Firstly, let’s deal with those students that didn’t meet their expectations. I’ve seen a range of low grade-related emotional displays: from rage to tears and from accusations towards everyone to self-pity. Initiate a calm conversation with each of them. Your goal is to walk in their shoes, help them realize what went wrong, and suggest a solution for achieving better results in the future. The problem may lie in poor self-management skills or a lack of thinking and communication skills.
💡 Under-performing students may seek amends from us, but what we should offer is a discussion on the advantages of self-awareness, responsibility toward their own learning and, most of all, resilience.
Resilience refers to “any behavioral, attributional, or emotional response to an academic or social challenge that is positive and beneficial for development (such as seeking new strategies, putting forth greater effort, or solving conflicts peacefully)” (Yeager & Dweck, 2012). A personality trait that gives a boost to resilience is the appreciation to change. Our students must embrace the thought that their intelligence and personality are not fixed for life. It is always up to them to turn things around – for better or worse.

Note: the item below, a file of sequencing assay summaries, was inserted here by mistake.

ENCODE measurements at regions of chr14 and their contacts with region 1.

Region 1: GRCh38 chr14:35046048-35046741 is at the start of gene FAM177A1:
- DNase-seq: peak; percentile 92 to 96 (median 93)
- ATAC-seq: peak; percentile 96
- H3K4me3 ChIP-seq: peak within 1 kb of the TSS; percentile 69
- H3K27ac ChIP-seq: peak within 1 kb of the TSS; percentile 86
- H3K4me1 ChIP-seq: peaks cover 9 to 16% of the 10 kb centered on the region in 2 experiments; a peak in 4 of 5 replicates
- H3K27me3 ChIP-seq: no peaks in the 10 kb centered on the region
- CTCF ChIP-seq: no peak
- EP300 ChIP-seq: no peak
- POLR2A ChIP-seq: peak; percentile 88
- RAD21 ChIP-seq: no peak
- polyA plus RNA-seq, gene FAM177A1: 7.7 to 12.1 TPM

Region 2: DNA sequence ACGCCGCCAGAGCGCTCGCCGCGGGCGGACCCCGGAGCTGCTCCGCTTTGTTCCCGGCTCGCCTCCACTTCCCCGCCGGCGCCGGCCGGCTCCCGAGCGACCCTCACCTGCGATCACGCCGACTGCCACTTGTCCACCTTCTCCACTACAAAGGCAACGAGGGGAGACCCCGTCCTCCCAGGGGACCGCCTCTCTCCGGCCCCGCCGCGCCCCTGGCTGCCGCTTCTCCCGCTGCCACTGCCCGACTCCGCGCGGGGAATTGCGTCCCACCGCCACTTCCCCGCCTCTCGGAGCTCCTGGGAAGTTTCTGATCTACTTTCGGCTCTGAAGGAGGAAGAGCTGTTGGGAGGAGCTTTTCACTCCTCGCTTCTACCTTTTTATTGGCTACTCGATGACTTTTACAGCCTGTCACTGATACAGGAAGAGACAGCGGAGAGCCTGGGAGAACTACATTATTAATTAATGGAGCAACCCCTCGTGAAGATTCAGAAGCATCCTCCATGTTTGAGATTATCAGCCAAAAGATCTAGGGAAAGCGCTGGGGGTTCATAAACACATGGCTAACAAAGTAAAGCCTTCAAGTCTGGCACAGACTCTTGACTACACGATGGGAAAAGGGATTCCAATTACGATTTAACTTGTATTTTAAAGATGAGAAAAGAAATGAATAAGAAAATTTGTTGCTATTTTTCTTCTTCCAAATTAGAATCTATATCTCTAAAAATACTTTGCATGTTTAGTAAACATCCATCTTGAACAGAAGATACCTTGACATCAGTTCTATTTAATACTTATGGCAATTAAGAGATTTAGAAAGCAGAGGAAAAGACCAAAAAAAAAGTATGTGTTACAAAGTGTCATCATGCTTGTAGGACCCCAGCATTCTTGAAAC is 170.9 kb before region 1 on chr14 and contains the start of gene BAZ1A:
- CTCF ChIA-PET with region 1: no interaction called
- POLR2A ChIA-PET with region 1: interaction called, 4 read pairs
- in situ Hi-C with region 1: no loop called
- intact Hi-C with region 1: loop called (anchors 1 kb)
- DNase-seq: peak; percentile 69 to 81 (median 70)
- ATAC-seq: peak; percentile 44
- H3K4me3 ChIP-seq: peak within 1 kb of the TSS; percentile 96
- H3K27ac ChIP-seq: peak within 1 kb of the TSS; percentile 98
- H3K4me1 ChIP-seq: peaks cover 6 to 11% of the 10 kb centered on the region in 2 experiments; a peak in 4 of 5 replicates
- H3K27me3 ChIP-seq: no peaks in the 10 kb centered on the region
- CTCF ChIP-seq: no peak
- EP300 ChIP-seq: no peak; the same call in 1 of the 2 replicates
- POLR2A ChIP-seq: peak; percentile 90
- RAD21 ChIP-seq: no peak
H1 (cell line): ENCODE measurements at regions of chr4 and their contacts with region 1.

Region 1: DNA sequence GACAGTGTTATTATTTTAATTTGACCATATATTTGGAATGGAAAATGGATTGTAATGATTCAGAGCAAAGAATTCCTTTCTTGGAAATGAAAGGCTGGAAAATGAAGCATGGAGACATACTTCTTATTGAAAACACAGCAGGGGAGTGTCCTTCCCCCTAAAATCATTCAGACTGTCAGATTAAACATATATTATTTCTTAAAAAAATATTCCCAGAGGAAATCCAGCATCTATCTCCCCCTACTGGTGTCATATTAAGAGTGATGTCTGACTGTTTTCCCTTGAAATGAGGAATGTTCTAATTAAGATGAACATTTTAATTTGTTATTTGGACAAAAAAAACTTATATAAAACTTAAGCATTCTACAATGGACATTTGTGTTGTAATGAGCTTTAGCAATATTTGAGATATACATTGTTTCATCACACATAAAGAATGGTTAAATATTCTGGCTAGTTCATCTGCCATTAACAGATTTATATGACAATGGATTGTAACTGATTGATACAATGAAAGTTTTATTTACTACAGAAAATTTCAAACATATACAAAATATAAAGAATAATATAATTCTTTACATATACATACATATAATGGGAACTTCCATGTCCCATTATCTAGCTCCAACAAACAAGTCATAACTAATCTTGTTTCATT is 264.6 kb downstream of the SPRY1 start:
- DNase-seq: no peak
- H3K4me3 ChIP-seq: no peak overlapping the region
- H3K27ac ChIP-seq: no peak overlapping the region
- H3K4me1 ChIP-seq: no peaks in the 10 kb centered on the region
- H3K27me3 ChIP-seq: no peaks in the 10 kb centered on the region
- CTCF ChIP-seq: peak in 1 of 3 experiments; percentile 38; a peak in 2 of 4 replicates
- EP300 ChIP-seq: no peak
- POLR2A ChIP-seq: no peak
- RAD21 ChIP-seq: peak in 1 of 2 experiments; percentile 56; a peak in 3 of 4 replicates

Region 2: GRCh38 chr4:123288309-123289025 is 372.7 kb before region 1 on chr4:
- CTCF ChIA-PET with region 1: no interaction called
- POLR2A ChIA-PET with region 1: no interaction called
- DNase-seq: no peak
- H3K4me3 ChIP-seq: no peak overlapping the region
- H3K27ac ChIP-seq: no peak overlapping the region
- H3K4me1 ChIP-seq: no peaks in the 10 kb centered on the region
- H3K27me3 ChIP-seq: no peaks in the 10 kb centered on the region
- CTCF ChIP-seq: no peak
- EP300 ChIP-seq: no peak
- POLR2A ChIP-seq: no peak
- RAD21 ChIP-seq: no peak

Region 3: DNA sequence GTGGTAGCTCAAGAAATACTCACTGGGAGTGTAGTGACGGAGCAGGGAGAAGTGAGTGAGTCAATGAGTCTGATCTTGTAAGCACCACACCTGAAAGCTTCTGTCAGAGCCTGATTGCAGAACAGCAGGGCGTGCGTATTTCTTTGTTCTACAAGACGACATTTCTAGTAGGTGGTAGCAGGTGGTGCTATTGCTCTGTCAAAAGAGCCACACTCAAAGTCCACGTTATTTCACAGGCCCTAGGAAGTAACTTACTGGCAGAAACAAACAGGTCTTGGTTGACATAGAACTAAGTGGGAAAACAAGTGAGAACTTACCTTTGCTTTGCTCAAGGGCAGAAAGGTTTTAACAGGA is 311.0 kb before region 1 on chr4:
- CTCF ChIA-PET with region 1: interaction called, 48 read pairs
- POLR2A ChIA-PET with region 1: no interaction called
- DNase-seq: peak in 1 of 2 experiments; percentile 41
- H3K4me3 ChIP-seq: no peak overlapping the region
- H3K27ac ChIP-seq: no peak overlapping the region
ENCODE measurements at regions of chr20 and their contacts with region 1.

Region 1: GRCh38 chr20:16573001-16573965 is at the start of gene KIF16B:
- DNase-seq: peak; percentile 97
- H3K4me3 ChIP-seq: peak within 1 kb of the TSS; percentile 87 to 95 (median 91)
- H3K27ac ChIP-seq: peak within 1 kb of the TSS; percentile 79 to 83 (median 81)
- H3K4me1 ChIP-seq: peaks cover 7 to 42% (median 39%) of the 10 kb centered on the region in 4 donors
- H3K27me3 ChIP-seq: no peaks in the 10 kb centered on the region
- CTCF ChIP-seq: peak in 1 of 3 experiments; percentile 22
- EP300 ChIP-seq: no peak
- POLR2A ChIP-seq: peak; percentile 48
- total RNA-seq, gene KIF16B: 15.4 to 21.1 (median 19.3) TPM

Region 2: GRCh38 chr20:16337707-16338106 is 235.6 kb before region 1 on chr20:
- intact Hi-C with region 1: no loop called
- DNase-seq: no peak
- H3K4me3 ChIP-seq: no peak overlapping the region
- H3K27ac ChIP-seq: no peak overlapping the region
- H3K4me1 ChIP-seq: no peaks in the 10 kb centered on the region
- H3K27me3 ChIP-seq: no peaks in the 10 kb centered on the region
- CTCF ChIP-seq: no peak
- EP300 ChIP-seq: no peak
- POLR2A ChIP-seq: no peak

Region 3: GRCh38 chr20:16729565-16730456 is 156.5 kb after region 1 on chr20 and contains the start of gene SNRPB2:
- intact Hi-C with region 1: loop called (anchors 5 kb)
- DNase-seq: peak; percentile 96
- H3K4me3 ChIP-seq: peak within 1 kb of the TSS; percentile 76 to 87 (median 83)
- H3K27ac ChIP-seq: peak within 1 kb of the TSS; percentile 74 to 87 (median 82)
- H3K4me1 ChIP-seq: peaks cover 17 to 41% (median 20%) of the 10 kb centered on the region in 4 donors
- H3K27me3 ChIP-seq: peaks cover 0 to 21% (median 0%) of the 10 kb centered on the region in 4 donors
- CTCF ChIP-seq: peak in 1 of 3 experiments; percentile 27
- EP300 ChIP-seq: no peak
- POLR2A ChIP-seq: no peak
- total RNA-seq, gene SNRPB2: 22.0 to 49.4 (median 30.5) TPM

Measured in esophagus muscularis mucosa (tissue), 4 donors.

Keeping this in mind, we don’t neglect to praise each of those students that worked well and performed accordingly. We can pay tribute to them without putting the rest of the class down or making comparisons. Acknowledgment of their achievement empowers them to go on with their efforts and sets a good example for those who have room for development.
With this simple strategy of consequent formative-summative assessment, your students can grasp the opportunity for a spiral learning progression that leads to their best performance. After discussing grades, as a different follow-up activity, you can use edtech to connect your students with role models all over the world for valuable insights on dealing with success and failure. Through this special explorative topic, students can also discover how self-management skills relate to accomplishments in studies and career. Here’s how to organize this unique reflection activity with 100mentors: